Women represent only 14.5% of the engineering workforce in India.
14.5%. That’s right!
To put that in raw numbers there are only 39,200 engineers who are female. This is a systemic and cultural issue that needs to be addressed if India needs to accept her mandate as a major economic power in 21’st century.
The glass ceiling has started to crack thanks to changes that have galvanized engineering professionals to start dreaming for a career in STEM.
A sobering start to the International women's day celebrations in 2022
India’s journey with women in engineering started late, it wasn’t until the 1940s that the first engineering graduates made their debut in the Indian engineering scene. The illustrious 1943 batch of the College of Engineering, Guindy, was the first batch of students that had female engineers. P.K. Thressia, Leelamma George, and A. Lalitha trailblazers were the three ladies who rewrote the rules of engineering education in India, and of the three A. Lalitha was one of the first Indian women in electrical engineering and was also India’s representative at the First International Conference of Women Engineers and Scientists.
What started as only 3 students in an otherwise male-dominated engineering field has since been transformed into an example of equality/diversity in education, with 43% all STEM graduates in India being women. Of the 38 million students who were enrolled into STEM fields in 2019, 10.6 million students are female and 11.9 million are male.
But, even though India Inc has a huge talent pool to select from, why is that then India ranks 112th in the Global Gender Gap Index?
There are a multitude of reasons for this discrepancy. Among these, societal and cultural factors are the primary reasons why there is a gender gap in engineering employment.
Gender-biases are embedded quite early on in a child’s development, with clear demarcations between the games that a male child can play against something a female child should play. These presets are carried through their development and lead to female engineers not having the agency to start their career in the domain of their choice. The problem is further exacerbated with no defined role-models for women in the STEM fields and a severe lack of female representation in academia. Career progression, at least so far, has been defined by long, continuous work history, with breaks having a detrimental effect on a career.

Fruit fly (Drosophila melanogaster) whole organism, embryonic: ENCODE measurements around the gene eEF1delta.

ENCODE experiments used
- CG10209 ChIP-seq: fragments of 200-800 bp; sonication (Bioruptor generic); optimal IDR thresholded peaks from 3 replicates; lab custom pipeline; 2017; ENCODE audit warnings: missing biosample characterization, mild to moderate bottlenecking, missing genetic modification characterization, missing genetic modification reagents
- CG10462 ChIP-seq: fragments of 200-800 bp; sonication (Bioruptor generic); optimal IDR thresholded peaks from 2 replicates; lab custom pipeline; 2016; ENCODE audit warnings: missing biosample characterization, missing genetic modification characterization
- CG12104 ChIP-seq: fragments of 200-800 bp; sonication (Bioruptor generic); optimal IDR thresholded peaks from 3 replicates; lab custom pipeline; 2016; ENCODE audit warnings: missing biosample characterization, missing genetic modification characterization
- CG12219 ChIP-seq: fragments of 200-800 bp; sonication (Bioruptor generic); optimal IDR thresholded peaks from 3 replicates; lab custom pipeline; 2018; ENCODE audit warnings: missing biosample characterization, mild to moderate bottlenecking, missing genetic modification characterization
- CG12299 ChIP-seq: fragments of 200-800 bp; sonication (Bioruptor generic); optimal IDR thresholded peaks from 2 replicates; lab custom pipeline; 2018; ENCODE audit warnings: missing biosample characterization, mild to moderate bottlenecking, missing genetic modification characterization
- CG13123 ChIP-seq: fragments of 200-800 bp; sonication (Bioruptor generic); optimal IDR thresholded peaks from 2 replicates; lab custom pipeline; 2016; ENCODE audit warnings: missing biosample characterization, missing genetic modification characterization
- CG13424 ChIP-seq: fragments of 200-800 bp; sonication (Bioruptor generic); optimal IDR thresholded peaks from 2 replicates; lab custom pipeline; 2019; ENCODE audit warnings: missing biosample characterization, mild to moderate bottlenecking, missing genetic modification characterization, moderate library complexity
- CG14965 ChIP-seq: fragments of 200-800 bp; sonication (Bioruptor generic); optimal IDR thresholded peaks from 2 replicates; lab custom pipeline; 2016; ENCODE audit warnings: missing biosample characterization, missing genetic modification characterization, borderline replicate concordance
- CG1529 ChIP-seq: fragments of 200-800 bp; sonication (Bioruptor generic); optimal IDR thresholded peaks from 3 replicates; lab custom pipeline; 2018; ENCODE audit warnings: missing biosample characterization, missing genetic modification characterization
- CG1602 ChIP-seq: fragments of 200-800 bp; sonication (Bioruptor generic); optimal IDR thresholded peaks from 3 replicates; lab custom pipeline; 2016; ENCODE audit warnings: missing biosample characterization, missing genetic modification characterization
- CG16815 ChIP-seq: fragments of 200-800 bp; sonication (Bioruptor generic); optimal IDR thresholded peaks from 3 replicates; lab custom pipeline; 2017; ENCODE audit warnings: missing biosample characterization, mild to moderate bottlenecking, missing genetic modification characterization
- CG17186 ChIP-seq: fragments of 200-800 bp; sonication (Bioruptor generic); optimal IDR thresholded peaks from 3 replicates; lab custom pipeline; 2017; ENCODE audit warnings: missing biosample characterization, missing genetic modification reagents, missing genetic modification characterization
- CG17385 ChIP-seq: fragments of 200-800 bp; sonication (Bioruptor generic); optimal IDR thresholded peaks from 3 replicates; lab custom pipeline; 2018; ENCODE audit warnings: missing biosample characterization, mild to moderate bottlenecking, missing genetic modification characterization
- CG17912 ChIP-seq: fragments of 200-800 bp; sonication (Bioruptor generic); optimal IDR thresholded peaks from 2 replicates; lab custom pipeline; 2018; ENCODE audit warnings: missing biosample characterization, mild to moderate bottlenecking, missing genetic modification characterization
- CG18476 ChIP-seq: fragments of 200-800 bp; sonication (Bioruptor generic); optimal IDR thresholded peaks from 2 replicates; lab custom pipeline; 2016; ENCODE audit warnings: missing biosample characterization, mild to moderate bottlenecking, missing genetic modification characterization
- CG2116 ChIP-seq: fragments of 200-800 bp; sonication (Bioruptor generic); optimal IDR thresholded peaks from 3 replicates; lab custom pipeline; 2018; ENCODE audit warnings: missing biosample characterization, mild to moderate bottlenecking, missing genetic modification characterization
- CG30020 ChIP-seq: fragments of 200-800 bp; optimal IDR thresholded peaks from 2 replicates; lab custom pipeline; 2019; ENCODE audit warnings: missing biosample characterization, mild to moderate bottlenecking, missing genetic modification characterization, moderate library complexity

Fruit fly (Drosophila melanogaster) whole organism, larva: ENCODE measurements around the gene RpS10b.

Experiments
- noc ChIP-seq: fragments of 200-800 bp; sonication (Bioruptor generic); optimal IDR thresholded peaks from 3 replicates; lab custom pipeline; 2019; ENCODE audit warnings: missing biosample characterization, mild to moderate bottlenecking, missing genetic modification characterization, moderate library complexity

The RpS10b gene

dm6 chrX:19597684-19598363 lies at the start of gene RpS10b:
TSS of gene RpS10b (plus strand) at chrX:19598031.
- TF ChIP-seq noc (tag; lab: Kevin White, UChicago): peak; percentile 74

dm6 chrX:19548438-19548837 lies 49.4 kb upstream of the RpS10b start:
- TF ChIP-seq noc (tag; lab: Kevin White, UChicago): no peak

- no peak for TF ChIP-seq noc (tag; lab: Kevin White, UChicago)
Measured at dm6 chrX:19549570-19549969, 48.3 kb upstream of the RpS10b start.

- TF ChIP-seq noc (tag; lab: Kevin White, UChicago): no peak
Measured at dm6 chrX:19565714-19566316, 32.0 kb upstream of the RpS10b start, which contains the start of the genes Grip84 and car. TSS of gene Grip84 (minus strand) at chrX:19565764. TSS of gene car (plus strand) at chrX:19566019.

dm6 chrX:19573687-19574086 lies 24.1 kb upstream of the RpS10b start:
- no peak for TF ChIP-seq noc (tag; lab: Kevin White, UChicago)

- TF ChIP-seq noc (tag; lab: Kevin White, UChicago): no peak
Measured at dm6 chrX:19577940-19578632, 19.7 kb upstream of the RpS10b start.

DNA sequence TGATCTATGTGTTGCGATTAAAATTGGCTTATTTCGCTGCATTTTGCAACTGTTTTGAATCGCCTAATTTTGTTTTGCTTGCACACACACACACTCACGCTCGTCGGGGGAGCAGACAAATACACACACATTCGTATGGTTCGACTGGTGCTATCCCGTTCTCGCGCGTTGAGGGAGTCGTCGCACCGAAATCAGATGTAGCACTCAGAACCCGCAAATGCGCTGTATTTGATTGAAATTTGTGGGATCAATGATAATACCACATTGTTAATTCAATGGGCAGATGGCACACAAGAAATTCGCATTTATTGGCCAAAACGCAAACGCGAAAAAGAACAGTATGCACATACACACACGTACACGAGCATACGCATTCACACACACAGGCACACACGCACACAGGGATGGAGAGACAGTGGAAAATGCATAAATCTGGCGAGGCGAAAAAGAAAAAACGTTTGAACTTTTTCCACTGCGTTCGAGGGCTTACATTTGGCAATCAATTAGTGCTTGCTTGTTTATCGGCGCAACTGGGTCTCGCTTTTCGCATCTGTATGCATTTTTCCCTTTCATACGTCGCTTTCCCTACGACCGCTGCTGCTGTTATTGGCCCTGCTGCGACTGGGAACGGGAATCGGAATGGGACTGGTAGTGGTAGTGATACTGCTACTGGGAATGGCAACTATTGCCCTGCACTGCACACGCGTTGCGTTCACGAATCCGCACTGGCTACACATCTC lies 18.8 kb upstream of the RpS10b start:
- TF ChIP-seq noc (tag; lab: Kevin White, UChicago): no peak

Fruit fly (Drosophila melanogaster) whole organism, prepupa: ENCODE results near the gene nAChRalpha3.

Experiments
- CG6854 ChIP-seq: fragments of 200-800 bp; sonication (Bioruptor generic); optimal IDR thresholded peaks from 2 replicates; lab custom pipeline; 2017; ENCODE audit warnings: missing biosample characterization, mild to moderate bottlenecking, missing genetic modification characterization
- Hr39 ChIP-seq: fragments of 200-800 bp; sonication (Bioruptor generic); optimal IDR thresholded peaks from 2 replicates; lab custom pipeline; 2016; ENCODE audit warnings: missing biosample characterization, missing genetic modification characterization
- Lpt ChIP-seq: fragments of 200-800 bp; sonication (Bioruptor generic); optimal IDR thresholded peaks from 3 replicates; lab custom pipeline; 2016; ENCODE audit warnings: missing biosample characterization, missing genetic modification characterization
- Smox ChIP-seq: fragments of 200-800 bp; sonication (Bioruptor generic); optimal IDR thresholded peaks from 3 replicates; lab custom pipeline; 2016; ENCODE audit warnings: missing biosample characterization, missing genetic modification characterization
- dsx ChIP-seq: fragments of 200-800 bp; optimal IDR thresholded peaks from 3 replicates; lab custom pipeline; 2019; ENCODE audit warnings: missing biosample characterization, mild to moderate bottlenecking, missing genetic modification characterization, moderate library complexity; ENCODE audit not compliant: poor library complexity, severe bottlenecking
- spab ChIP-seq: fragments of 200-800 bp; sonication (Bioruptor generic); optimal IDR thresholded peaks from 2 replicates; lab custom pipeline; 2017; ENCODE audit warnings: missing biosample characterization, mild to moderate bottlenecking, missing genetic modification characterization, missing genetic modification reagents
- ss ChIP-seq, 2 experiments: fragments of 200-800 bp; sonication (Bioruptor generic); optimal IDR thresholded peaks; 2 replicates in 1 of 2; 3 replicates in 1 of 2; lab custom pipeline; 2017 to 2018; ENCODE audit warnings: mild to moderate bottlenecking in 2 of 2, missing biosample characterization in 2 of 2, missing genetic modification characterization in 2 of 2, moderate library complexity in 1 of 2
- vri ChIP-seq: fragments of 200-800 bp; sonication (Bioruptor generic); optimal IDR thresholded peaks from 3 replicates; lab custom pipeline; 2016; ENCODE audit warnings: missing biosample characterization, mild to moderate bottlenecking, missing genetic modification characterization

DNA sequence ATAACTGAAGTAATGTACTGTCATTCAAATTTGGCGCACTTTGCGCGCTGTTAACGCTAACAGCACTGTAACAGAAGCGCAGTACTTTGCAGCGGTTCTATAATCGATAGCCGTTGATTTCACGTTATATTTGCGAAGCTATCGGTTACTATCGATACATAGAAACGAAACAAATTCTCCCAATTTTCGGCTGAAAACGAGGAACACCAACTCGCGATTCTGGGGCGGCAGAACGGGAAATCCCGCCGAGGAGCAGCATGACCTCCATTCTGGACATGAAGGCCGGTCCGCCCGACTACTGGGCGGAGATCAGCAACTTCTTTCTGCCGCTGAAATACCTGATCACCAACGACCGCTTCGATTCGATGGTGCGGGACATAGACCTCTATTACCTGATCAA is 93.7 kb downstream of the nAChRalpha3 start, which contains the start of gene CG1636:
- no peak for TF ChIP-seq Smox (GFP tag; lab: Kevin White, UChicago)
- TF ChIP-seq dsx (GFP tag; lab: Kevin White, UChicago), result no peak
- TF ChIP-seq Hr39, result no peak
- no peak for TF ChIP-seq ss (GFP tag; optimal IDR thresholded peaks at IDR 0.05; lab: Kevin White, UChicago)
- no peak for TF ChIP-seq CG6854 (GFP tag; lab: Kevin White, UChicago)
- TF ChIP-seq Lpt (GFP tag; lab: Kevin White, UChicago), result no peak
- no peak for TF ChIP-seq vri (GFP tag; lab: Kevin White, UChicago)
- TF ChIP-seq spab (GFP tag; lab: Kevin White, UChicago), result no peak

Of course, everything is always in a state of entropy and societal changes will take time. Before 1943 there wasn’t a single female engineering graduate and today India has the largest pool of graduates in engineering and sciences. Today young women all over the world understand what they bring to the table, and with a changing corporate culture that is becoming increasingly encompassing of differences, the number of female engineers will only increase in the years to come.
A decade ago engineering colleges and universities were the only places where corporations could look for engineering talent, and graduates were usually not the finished product. Companies had to invest their time and energy to train and transform graduates to engineers. When you are a female engineering graduate, this is another extra step that needs to be crossed before you can start your career.
What if you were a female engineer who graduated in a domain of your choice, but your training at your college was subpar, and you were forced to start a career in another domain?
What would you do?
Skill-Lync isn’t a panache for all the deep-seated problems of gender-gap in engineering.
We are only the best at upskilling engineers to help them start their careers in their domain of choice. And maybe, that is one of the ways that we can look towards a future where we can go from female engineers to just engineers.
So join us in our mission to #sKillthebias
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